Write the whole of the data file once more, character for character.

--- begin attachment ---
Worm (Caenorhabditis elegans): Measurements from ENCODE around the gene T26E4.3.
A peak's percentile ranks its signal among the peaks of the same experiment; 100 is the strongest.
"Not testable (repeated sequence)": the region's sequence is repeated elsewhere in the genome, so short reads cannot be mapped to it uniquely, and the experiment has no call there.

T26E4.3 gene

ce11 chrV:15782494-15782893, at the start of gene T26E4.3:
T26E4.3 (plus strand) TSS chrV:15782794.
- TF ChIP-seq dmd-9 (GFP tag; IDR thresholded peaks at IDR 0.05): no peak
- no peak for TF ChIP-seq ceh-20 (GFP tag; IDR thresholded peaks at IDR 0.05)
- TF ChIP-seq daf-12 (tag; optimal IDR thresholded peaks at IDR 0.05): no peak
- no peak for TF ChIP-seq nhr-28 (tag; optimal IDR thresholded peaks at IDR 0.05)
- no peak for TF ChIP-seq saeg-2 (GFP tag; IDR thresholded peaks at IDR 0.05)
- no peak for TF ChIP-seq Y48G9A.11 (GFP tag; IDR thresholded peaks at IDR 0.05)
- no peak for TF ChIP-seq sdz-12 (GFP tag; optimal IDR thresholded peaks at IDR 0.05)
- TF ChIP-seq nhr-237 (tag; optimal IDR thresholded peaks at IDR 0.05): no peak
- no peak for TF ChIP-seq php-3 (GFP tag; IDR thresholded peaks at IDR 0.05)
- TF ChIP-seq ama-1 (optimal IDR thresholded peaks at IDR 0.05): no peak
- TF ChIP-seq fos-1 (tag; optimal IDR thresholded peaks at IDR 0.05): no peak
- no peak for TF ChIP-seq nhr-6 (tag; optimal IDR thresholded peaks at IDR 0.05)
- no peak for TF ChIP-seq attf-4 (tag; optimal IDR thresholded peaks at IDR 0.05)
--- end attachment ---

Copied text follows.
Worm (Caenorhabditis elegans): Measurements from ENCODE around the gene T26E4.3.
A peak's percentile ranks its signal among the peaks of the same experiment; 100 is the strongest.
"Not testable (repeated sequence)": the region's sequence is repeated elsewhere in the genome, so short reads cannot be mapped to it uniquely, and the experiment has no call there.

T26E4.3 gene

ce11 chrV:15782494-15782893, at the start of gene T26E4.3:
T26E4.3 (plus strand) TSS chrV:15782794.
- TF ChIP-seq dmd-9 (GFP tag; IDR thresholded peaks at IDR 0.05): no peak
- no peak for TF ChIP-seq ceh-20 (GFP tag; IDR thresholded peaks at IDR 0.05)
- TF ChIP-seq daf-12 (tag; optimal IDR thresholded peaks at IDR 0.05): no peak
- no peak for TF ChIP-seq nhr-28 (tag; optimal IDR thresholded peaks at IDR 0.05)
- no peak for TF ChIP-seq saeg-2 (GFP tag; IDR thresholded peaks at IDR 0.05)
- no peak for TF ChIP-seq Y48G9A.11 (GFP tag; IDR thresholded peaks at IDR 0.05)
- no peak for TF ChIP-seq sdz-12 (GFP tag; optimal IDR thresholded peaks at IDR 0.05)
- TF ChIP-seq nhr-237 (tag; optimal IDR thresholded peaks at IDR 0.05): no peak
- no peak for TF ChIP-seq php-3 (GFP tag; IDR thresholded peaks at IDR 0.05)
- TF ChIP-seq ama-1 (optimal IDR thresholded peaks at IDR 0.05): no peak
- TF ChIP-seq fos-1 (tag; optimal IDR thresholded peaks at IDR 0.05): no peak
- no peak for TF ChIP-seq nhr-6 (tag; optimal IDR thresholded peaks at IDR 0.05)
- no peak for TF ChIP-seq attf-4 (tag; optimal IDR thresholded peaks at IDR 0.05)